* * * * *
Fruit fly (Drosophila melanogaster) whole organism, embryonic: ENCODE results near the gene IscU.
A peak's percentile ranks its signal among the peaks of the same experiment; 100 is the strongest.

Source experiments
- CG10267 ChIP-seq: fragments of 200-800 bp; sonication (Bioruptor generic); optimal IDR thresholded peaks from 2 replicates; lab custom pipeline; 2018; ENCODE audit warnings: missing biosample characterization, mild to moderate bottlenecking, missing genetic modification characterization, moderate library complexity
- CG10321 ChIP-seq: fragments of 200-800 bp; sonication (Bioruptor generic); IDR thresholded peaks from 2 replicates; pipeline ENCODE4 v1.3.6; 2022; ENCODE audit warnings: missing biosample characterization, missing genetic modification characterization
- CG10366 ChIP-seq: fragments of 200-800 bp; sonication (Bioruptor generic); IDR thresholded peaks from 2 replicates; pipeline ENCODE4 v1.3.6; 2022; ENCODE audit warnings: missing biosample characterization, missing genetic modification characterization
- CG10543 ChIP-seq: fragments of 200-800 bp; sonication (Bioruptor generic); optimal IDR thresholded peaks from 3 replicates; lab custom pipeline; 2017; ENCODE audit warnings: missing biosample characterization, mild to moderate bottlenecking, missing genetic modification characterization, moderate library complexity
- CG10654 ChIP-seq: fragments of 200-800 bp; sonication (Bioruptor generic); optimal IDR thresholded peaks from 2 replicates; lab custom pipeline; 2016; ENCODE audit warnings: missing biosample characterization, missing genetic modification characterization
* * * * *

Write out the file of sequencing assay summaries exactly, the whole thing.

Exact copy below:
Fruit fly (Drosophila melanogaster) whole organism, embryonic: ENCODE results near the gene IscU.
A peak's percentile ranks its signal among the peaks of the same experiment; 100 is the strongest.

Source experiments
- CG10267 ChIP-seq: fragments of 200-800 bp; sonication (Bioruptor generic); optimal IDR thresholded peaks from 2 replicates; lab custom pipeline; 2018; ENCODE audit warnings: missing biosample characterization, mild to moderate bottlenecking, missing genetic modification characterization, moderate library complexity
- CG10321 ChIP-seq: fragments of 200-800 bp; sonication (Bioruptor generic); IDR thresholded peaks from 2 replicates; pipeline ENCODE4 v1.3.6; 2022; ENCODE audit warnings: missing biosample characterization, missing genetic modification characterization
- CG10366 ChIP-seq: fragments of 200-800 bp; sonication (Bioruptor generic); IDR thresholded peaks from 2 replicates; pipeline ENCODE4 v1.3.6; 2022; ENCODE audit warnings: missing biosample characterization, missing genetic modification characterization
- CG10543 ChIP-seq: fragments of 200-800 bp; sonication (Bioruptor generic); optimal IDR thresholded peaks from 3 replicates; lab custom pipeline; 2017; ENCODE audit warnings: missing biosample characterization, mild to moderate bottlenecking, missing genetic modification characterization, moderate library complexity
- CG10654 ChIP-seq: fragments of 200-800 bp; sonication (Bioruptor generic); optimal IDR thresholded peaks from 2 replicates; lab custom pipeline; 2016; ENCODE audit warnings: missing biosample characterization, missing genetic modification characterization